In collaboration with Dr. Gerard Ateshian at Columbia University, the Weiss laboratory develops, maintains and supports FEBio (Finite Elements for Biomechanics and Biophysics, www.febio.org), an open-source finite element software package for computational biomechanics and biophysics. As of 2023, there are over 16,500 registered users and the software has been downloaded over 77,000 times. This R01 project has been funded by NIH/NIGMS since 2007. This has provided the opportunity for us to serve the biomechanics research community by developing new computational algorithms and methodologies to meet their research needs, and to document, distribute and support the software.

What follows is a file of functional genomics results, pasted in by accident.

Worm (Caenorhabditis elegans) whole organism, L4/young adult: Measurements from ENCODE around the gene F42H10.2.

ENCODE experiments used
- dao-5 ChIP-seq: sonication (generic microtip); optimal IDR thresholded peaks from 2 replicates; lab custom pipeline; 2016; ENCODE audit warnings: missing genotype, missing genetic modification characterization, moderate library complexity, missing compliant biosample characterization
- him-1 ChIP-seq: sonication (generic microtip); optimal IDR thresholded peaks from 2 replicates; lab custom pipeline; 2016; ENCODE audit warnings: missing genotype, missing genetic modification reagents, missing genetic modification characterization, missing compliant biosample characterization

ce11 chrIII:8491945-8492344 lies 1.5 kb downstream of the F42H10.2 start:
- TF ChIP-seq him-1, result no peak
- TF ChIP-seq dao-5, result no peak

Our research in computational biomechanics focuses on the use of the finite element method to examine the mechanics of soft and hard tissues. We have developed techniques to build subject-specific finite element models of soft and hard tissues directly from medical image data such as CT, MRI, OCT or microscopy images.
We have also developed constitutitve models and finite element implementations that capture the nonlinear, anisotropic and viscoelastic properties of materials such as ligament, tendon, cartilage and meniscus. Our last focus has been on capturing boundary conditions in numerical simulations that are unique to biomechanics such as residual/initial stress and position-dependent anisotropy. The techniques have been applied to the study of knee mechanics, shoulder ligament mechanics, cartilage defects, and the hip.